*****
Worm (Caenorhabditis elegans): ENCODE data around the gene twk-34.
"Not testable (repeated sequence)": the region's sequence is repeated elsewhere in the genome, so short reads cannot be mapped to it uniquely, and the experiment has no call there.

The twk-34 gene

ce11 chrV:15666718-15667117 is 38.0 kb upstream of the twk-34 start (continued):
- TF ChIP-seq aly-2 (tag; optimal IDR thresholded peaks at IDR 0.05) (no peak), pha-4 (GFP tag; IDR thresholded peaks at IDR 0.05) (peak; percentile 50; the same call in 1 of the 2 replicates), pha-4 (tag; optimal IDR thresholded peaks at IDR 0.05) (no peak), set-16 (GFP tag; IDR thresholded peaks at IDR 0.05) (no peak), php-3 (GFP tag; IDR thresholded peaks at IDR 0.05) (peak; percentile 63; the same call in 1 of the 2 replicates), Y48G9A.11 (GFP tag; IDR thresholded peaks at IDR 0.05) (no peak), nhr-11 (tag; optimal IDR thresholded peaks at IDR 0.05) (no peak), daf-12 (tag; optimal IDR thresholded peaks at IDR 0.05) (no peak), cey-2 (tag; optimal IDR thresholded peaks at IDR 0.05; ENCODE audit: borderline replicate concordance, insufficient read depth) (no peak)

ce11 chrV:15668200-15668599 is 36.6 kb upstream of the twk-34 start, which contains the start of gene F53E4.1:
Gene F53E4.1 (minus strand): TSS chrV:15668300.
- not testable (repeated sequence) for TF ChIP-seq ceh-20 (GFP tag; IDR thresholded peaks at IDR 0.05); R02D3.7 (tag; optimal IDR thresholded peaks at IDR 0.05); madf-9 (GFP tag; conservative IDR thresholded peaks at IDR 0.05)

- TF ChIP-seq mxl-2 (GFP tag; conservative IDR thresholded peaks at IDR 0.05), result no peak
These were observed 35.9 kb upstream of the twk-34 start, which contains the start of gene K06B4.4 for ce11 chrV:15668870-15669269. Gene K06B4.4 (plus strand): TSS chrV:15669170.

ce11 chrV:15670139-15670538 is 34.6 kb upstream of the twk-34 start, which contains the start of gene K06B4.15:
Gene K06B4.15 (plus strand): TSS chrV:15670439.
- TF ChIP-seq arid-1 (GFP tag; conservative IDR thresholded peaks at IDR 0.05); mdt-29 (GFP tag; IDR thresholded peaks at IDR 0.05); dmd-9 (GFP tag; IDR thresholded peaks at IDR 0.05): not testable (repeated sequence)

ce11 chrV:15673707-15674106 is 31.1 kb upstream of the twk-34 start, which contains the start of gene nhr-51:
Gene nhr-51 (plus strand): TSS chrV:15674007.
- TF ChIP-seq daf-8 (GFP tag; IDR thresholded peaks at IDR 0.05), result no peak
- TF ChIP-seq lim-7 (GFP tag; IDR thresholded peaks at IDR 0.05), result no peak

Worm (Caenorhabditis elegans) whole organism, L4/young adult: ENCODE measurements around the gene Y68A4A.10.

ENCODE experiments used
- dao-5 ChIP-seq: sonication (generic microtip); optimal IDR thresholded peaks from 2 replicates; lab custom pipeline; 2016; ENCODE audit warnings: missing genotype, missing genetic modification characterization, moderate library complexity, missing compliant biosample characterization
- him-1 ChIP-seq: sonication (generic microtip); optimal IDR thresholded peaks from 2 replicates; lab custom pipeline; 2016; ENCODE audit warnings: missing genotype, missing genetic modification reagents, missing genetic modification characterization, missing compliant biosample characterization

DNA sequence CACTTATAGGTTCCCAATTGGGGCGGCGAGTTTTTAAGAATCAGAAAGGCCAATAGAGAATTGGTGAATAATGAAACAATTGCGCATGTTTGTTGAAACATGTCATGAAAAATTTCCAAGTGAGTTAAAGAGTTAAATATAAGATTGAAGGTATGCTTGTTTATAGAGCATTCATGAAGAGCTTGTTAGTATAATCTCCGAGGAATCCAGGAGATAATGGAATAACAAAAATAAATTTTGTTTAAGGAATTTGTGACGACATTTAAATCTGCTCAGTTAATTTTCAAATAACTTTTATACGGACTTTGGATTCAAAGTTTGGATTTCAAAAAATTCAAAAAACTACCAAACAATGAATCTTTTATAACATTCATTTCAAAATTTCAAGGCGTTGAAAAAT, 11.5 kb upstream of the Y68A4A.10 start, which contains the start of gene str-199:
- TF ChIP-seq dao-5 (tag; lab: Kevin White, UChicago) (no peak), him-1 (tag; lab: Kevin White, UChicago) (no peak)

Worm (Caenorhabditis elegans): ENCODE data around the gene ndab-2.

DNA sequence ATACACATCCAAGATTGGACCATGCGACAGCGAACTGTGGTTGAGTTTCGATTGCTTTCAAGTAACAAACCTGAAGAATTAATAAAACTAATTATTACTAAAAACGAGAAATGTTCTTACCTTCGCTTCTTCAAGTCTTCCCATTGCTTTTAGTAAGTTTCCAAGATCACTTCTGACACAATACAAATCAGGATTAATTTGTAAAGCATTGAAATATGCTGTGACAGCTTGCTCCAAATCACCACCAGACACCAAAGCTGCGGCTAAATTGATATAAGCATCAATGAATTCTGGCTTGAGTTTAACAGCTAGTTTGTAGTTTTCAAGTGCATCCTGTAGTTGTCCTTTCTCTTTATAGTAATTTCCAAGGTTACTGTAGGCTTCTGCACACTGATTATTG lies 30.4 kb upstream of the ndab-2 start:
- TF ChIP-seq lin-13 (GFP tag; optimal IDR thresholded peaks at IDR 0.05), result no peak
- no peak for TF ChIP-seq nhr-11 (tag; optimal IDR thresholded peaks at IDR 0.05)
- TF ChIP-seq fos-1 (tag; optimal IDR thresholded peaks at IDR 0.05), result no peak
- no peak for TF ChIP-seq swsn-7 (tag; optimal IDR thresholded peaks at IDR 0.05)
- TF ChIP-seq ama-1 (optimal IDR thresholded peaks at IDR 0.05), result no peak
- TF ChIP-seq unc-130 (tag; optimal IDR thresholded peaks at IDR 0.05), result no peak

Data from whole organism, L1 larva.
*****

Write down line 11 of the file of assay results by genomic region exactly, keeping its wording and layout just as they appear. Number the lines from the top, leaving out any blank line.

ce11 chrV:15670139-15670538 is 34.6 kb upstream of the twk-34 start, which contains the start of gene K06B4.15: